Roller blading in a suit
Roller blading in a suit
I've been roller blading between 2 - 20 km every day in London for nearly a year. I find it a good way to exercise and generally faster than public transport, with my average speed being 16 km/h. 

They’re easier to store than a bike and you can legally skate on the pavement, which is one over bicycles. However, this makes rollerblading very dangerous for you and others.

Below are some rules and tips I’ve discovered for a safer journey.

Personal safety
Wear a helmet. I don't go over often, but once I did I smashed my head on the pavement and got a lovely concussion. Now I wear a helmet.

Wrist guards, up to you. I've heard stories of them saving wrists. In my opinion the slippery plastic on the guards themselves is a hazard. I fell over on a ramp once and put my hands out in front to save my fall, but the plastic made both hands slip way out to the side and I ended up breaking my nose.

The plastic also makes it harder to grab things like barriers and lamp-posts to stabilise with your hands. So for the novice, yes. Intermediate, don't bother. 

I DO wear leather gloves, however. This adds extra grip and stops me getting grazes on the palms. It also keeps your fingers warm in the cooler months.

If you fall down, stay down (provided you're not on a road) for at least 10 seconds. It can take that long just for the adrenaline to go away and for the blood to start going around your brain again. Better to find out you broke your femur while lying down, you dig?

There's no "one" way to fall on the blades and be OK. The things that I've found work for me are:

1. Get your bum to the floor ASAP. As soon as you know you're going down sink your bum to the floor and put your legs out in front of you slightly to one side. This way you don't fall on your face and you spread the impact over your whole body, not just your hands. Doing exactly this saved my face, although I did mess up somebodies fence…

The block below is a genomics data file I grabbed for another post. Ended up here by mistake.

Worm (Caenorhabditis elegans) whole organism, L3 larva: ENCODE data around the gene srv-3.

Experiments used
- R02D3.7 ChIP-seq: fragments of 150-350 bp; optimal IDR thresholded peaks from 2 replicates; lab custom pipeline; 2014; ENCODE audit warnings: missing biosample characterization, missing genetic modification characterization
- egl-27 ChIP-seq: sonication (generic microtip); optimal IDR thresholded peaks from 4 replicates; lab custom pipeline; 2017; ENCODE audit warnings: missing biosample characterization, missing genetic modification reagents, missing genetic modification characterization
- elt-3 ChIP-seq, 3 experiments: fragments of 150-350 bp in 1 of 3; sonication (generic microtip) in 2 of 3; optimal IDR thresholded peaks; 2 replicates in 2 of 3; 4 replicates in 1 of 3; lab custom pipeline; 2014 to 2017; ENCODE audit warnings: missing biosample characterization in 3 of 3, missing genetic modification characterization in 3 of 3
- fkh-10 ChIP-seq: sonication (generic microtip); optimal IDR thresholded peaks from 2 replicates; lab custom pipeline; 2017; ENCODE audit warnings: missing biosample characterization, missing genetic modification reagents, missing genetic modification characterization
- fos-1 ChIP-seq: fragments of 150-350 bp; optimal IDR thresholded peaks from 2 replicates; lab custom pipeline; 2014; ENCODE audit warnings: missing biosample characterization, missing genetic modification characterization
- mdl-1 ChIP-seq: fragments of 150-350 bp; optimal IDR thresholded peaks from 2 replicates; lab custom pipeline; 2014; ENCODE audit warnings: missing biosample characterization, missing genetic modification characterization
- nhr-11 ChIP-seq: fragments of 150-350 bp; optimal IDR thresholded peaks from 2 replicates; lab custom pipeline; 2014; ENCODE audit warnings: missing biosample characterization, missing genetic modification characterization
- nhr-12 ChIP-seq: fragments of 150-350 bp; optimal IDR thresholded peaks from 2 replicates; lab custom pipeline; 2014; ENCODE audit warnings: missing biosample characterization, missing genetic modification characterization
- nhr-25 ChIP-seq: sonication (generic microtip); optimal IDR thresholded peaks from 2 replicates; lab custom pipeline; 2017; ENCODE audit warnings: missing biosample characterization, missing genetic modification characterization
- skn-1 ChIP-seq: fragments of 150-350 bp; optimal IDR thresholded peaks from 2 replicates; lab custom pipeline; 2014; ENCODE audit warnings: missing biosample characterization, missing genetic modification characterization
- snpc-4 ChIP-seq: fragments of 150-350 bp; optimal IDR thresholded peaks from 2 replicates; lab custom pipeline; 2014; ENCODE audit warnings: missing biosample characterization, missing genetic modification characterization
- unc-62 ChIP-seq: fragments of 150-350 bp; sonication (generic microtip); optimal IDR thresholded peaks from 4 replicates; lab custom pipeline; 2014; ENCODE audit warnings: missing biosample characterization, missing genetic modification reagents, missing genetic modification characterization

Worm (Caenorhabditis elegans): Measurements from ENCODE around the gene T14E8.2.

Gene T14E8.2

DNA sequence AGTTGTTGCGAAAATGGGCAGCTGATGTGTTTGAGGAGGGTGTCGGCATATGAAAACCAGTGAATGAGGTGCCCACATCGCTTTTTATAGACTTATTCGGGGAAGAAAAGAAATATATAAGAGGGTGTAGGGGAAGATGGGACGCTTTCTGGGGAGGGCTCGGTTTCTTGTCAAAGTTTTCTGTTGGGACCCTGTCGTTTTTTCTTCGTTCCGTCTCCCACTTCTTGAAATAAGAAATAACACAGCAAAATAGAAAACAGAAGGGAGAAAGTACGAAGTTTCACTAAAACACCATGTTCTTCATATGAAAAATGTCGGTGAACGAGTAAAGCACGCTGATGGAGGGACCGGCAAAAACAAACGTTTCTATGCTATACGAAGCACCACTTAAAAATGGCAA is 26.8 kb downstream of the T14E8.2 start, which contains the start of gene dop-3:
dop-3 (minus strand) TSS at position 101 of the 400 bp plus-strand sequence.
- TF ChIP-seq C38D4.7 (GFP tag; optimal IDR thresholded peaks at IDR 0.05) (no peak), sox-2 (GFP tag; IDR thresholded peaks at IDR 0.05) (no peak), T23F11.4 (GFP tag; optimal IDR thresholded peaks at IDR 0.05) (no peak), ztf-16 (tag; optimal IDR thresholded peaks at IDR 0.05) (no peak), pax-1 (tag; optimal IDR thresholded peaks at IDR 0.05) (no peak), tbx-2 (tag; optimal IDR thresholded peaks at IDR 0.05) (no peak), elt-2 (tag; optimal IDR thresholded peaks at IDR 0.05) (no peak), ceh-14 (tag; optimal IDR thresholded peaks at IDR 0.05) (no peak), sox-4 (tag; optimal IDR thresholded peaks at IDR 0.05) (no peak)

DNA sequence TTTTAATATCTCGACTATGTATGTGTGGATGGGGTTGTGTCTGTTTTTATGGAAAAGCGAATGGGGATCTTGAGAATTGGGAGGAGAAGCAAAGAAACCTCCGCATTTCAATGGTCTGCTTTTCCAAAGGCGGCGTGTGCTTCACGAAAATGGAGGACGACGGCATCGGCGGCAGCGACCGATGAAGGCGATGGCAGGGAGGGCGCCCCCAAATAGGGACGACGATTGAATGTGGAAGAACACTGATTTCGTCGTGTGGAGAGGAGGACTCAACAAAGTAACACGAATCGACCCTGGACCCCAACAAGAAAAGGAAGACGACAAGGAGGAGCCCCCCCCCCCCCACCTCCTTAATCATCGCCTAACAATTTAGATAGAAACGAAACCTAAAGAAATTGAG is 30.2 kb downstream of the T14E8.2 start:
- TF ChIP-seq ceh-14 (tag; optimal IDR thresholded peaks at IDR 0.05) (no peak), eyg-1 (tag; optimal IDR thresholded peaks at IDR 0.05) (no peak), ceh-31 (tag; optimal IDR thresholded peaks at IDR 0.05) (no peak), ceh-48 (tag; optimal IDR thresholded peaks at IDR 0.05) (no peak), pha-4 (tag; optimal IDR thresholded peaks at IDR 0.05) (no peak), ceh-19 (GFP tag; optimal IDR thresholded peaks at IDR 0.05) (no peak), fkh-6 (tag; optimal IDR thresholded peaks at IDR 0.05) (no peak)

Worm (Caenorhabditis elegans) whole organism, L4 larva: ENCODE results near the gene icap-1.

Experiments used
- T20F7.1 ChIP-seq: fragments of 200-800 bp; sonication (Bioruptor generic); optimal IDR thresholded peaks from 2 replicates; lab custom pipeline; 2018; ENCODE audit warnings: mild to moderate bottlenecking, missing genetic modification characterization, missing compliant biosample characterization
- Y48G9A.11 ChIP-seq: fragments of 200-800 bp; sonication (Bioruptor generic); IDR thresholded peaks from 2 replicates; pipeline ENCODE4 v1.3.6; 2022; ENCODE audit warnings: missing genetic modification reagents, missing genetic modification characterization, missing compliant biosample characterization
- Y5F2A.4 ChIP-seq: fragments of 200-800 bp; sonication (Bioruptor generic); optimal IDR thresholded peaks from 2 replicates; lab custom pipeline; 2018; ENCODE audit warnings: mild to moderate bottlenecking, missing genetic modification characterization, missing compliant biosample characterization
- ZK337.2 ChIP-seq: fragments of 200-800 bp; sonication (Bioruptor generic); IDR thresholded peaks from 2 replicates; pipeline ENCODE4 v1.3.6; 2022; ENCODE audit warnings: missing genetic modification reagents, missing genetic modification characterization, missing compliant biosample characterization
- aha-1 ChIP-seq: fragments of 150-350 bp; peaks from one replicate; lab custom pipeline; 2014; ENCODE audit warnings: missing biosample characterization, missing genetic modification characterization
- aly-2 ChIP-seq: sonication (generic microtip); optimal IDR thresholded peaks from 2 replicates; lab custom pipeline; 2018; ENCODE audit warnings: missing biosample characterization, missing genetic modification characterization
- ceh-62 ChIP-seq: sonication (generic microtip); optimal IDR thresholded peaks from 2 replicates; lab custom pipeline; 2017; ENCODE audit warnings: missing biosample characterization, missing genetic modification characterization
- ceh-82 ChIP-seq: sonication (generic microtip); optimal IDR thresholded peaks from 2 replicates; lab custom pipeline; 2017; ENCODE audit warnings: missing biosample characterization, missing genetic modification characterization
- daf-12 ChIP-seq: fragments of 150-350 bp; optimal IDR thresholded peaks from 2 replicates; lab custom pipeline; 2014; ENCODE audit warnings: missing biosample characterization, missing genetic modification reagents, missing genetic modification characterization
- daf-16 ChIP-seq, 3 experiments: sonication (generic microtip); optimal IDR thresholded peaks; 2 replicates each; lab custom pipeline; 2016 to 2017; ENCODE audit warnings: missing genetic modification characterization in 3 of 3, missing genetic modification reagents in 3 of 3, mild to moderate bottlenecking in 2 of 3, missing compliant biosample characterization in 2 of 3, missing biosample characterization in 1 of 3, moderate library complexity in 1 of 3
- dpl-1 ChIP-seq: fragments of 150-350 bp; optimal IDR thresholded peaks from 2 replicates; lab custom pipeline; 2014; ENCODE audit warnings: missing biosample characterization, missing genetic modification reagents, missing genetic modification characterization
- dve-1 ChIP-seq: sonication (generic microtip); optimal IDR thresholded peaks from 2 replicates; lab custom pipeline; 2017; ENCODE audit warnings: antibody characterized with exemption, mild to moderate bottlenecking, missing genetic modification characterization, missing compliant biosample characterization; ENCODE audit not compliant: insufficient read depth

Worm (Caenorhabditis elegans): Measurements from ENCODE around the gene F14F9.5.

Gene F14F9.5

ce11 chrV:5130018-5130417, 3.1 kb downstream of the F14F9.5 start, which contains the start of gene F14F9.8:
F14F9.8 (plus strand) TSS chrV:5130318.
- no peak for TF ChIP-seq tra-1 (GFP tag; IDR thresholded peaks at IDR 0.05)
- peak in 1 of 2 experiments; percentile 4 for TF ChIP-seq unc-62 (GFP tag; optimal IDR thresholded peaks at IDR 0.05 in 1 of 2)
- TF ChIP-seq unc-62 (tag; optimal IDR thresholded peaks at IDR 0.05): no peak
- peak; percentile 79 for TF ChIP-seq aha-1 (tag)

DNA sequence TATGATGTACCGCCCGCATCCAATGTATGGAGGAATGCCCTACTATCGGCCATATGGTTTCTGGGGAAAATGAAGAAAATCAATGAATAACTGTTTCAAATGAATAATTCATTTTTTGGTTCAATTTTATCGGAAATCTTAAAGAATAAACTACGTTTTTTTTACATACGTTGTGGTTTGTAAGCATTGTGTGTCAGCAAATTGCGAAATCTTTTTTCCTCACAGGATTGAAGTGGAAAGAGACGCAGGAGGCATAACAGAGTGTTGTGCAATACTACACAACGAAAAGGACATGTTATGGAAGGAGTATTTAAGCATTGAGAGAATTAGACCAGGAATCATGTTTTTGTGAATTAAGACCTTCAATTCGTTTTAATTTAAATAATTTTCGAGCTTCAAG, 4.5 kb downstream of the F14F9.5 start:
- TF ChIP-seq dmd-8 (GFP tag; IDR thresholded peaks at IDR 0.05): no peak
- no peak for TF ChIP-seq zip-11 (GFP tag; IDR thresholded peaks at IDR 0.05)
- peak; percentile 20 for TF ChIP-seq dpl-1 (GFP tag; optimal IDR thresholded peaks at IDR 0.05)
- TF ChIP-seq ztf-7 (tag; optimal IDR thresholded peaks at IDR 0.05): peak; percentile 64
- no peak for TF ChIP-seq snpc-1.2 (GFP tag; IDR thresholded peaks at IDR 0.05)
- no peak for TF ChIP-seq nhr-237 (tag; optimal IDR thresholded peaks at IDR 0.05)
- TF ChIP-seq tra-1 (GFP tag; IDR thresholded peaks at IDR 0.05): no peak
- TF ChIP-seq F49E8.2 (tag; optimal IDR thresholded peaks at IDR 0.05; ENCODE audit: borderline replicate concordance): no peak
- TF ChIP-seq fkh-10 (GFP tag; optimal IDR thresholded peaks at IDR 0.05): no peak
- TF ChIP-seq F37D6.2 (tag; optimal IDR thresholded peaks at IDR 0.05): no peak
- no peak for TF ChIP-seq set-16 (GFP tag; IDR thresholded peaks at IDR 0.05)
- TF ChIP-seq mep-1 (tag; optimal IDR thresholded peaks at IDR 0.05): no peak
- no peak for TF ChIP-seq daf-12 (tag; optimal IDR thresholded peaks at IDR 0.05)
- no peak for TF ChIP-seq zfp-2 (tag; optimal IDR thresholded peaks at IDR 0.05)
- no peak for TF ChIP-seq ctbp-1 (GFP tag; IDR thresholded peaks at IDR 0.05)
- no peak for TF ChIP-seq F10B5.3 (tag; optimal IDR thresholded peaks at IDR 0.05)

2. When you trip or start to fall, relax. Don't make a quick jerk movement (you have to train yourself to not freak out) as you will often over compensate and go over another way. You'll often find you have longer to correct a trip or fall than you think, so take a brief 200 ms to contemplate the best correction for balance. This is how I avoid 95% of crashes.

The hazards
Your biggest hazard is other people; Cars, bikes and pedestrians. 

Cars: Won’t always stop for you at zebra crossings, so stop and use your arms to indicate.

Buses: Will never stop to let you pass.

Taxis: are almost as bad as busses. One actually crossed the zebra crossing after I got on it, rest assured he was informed of his error.

Pedestrians: Wildly unpredictable, some move, some don't, some go one way, some the other. In general people are more likely to move back along a path they just came from (so walking left to right they will jump to the left over the right even if going right is a safer option) 

The obvious things are; slow down when you reach a junction, don't pass people unless there's enough room and if you crash into them it’s always going to be your fault. So be polite and apologise profusely.

The not so obvious ones; children up to about age 10 no matter what will always run into your path if they see you coming. I'm not sure why, probably because they are so intensely focused. So, if you see kids just slow down to a dawdle. 

If you bump into someone force yourself to skate slow for 5 minutes. The idea is to associate making a mistake with something really annoying, going slow. I turn it into a game, the objective is to never make contact with other people or the floor. If I do, I lose!

Finally, look where you’re going. You want to be looking about 10 – 15 meters ahead. You will find that about half of the people on the street will not be looking a lot further than their two feet (or iPhone). Looking ahead is how I avoid 99.9% of collisions. 

A quick note here. At speed or in wet conditions I always go for a T-stop, it keeps my weight evenly distributed and I can easily move to change direction and avoid something. However, this will mess your wheels up. When you can, use the back brake to avoid this. Bear in mind the back brake can be a bit unpredictable and might let you down at speed.

An interesting statistic, I've been blading about two, five kilometre journeys nearly every day for a year. Let’s take off the weekends and call it 341 days. In that time I can only think of two crashes where I got hurt (maybe 5 where I got a little bruise or scrape and 15 little falls)

So, per kilometre, my chance of getting hurt is 0.03%

For getting a minor bruise its 0.10%

And for hitting the floor its 0.34% 

The only other thing to say is be safe and enjoy your ride!

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